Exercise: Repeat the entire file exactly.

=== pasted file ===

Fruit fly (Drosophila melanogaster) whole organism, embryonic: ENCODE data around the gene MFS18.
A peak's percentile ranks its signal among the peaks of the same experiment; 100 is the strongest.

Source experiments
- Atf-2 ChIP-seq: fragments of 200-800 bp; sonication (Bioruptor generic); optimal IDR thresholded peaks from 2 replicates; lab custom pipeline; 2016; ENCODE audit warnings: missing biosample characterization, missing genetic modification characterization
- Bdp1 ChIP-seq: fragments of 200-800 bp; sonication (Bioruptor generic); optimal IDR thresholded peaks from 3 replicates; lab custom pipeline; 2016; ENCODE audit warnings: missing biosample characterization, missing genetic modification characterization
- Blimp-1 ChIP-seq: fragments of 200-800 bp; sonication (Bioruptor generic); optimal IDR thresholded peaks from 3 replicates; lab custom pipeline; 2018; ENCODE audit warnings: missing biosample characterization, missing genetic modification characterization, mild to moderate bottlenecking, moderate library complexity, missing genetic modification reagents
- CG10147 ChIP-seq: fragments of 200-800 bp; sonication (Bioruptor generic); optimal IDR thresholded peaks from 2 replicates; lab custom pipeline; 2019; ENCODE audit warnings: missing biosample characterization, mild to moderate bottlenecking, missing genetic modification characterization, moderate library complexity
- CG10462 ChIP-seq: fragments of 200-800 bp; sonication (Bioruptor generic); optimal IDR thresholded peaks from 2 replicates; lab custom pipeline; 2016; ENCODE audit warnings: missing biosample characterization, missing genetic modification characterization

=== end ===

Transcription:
Fruit fly (Drosophila melanogaster) whole organism, embryonic: ENCODE data around the gene MFS18.
A peak's percentile ranks its signal among the peaks of the same experiment; 100 is the strongest.

Source experiments
- Atf-2 ChIP-seq: fragments of 200-800 bp; sonication (Bioruptor generic); optimal IDR thresholded peaks from 2 replicates; lab custom pipeline; 2016; ENCODE audit warnings: missing biosample characterization, missing genetic modification characterization
- Bdp1 ChIP-seq: fragments of 200-800 bp; sonication (Bioruptor generic); optimal IDR thresholded peaks from 3 replicates; lab custom pipeline; 2016; ENCODE audit warnings: missing biosample characterization, missing genetic modification characterization
- Blimp-1 ChIP-seq: fragments of 200-800 bp; sonication (Bioruptor generic); optimal IDR thresholded peaks from 3 replicates; lab custom pipeline; 2018; ENCODE audit warnings: missing biosample characterization, missing genetic modification characterization, mild to moderate bottlenecking, moderate library complexity, missing genetic modification reagents
- CG10147 ChIP-seq: fragments of 200-800 bp; sonication (Bioruptor generic); optimal IDR thresholded peaks from 2 replicates; lab custom pipeline; 2019; ENCODE audit warnings: missing biosample characterization, mild to moderate bottlenecking, missing genetic modification characterization, moderate library complexity
- CG10462 ChIP-seq: fragments of 200-800 bp; sonication (Bioruptor generic); optimal IDR thresholded peaks from 2 replicates; lab custom pipeline; 2016; ENCODE audit warnings: missing biosample characterization, missing genetic modification characterization